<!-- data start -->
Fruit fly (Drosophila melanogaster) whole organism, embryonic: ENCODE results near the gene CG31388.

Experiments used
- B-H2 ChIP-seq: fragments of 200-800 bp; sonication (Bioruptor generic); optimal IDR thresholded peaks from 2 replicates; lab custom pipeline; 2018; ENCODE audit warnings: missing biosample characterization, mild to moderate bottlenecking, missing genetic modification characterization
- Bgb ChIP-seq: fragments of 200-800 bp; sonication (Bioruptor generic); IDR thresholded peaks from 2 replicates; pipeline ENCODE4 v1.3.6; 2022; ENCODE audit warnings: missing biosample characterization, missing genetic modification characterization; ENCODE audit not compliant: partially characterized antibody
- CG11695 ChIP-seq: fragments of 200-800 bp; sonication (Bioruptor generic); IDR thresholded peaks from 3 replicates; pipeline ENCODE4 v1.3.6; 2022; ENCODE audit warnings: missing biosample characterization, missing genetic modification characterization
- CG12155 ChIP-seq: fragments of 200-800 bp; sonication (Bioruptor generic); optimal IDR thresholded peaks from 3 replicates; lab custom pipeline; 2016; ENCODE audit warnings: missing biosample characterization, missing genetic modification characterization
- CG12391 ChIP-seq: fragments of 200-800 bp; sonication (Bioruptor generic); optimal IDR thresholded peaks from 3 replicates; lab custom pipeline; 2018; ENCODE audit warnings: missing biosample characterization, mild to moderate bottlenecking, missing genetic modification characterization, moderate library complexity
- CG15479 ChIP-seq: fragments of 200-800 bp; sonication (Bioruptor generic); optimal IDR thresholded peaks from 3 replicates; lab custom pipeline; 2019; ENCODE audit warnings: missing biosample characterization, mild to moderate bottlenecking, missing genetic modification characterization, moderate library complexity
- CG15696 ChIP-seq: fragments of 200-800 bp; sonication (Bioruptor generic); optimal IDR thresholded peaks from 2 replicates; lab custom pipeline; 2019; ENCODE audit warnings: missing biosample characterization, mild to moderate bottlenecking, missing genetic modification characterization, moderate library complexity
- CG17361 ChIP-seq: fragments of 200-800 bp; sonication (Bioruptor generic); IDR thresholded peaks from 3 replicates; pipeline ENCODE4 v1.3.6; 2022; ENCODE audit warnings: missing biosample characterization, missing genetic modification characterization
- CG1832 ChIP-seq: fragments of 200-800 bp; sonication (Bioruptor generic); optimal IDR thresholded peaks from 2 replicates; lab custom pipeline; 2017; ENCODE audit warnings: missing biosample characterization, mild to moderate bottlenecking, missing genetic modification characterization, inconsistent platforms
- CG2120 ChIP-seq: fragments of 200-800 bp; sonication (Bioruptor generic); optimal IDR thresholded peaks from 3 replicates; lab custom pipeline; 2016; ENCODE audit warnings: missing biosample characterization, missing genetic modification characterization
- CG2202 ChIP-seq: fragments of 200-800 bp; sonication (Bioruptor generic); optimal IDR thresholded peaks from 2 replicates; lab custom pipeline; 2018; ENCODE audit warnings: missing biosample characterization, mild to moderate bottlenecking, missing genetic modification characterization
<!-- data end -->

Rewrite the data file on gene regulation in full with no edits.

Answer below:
Fruit fly (Drosophila melanogaster) whole organism, embryonic: ENCODE results near the gene CG31388.

Experiments used
- B-H2 ChIP-seq: fragments of 200-800 bp; sonication (Bioruptor generic); optimal IDR thresholded peaks from 2 replicates; lab custom pipeline; 2018; ENCODE audit warnings: missing biosample characterization, mild to moderate bottlenecking, missing genetic modification characterization
- Bgb ChIP-seq: fragments of 200-800 bp; sonication (Bioruptor generic); IDR thresholded peaks from 2 replicates; pipeline ENCODE4 v1.3.6; 2022; ENCODE audit warnings: missing biosample characterization, missing genetic modification characterization; ENCODE audit not compliant: partially characterized antibody
- CG11695 ChIP-seq: fragments of 200-800 bp; sonication (Bioruptor generic); IDR thresholded peaks from 3 replicates; pipeline ENCODE4 v1.3.6; 2022; ENCODE audit warnings: missing biosample characterization, missing genetic modification characterization
- CG12155 ChIP-seq: fragments of 200-800 bp; sonication (Bioruptor generic); optimal IDR thresholded peaks from 3 replicates; lab custom pipeline; 2016; ENCODE audit warnings: missing biosample characterization, missing genetic modification characterization
- CG12391 ChIP-seq: fragments of 200-800 bp; sonication (Bioruptor generic); optimal IDR thresholded peaks from 3 replicates; lab custom pipeline; 2018; ENCODE audit warnings: missing biosample characterization, mild to moderate bottlenecking, missing genetic modification characterization, moderate library complexity
- CG15479 ChIP-seq: fragments of 200-800 bp; sonication (Bioruptor generic); optimal IDR thresholded peaks from 3 replicates; lab custom pipeline; 2019; ENCODE audit warnings: missing biosample characterization, mild to moderate bottlenecking, missing genetic modification characterization, moderate library complexity
- CG15696 ChIP-seq: fragments of 200-800 bp; sonication (Bioruptor generic); optimal IDR thresholded peaks from 2 replicates; lab custom pipeline; 2019; ENCODE audit warnings: missing biosample characterization, mild to moderate bottlenecking, missing genetic modification characterization, moderate library complexity
- CG17361 ChIP-seq: fragments of 200-800 bp; sonication (Bioruptor generic); IDR thresholded peaks from 3 replicates; pipeline ENCODE4 v1.3.6; 2022; ENCODE audit warnings: missing biosample characterization, missing genetic modification characterization
- CG1832 ChIP-seq: fragments of 200-800 bp; sonication (Bioruptor generic); optimal IDR thresholded peaks from 2 replicates; lab custom pipeline; 2017; ENCODE audit warnings: missing biosample characterization, mild to moderate bottlenecking, missing genetic modification characterization, inconsistent platforms
- CG2120 ChIP-seq: fragments of 200-800 bp; sonication (Bioruptor generic); optimal IDR thresholded peaks from 3 replicates; lab custom pipeline; 2016; ENCODE audit warnings: missing biosample characterization, missing genetic modification characterization
- CG2202 ChIP-seq: fragments of 200-800 bp; sonication (Bioruptor generic); optimal IDR thresholded peaks from 2 replicates; lab custom pipeline; 2018; ENCODE audit warnings: missing biosample characterization, mild to moderate bottlenecking, missing genetic modification characterization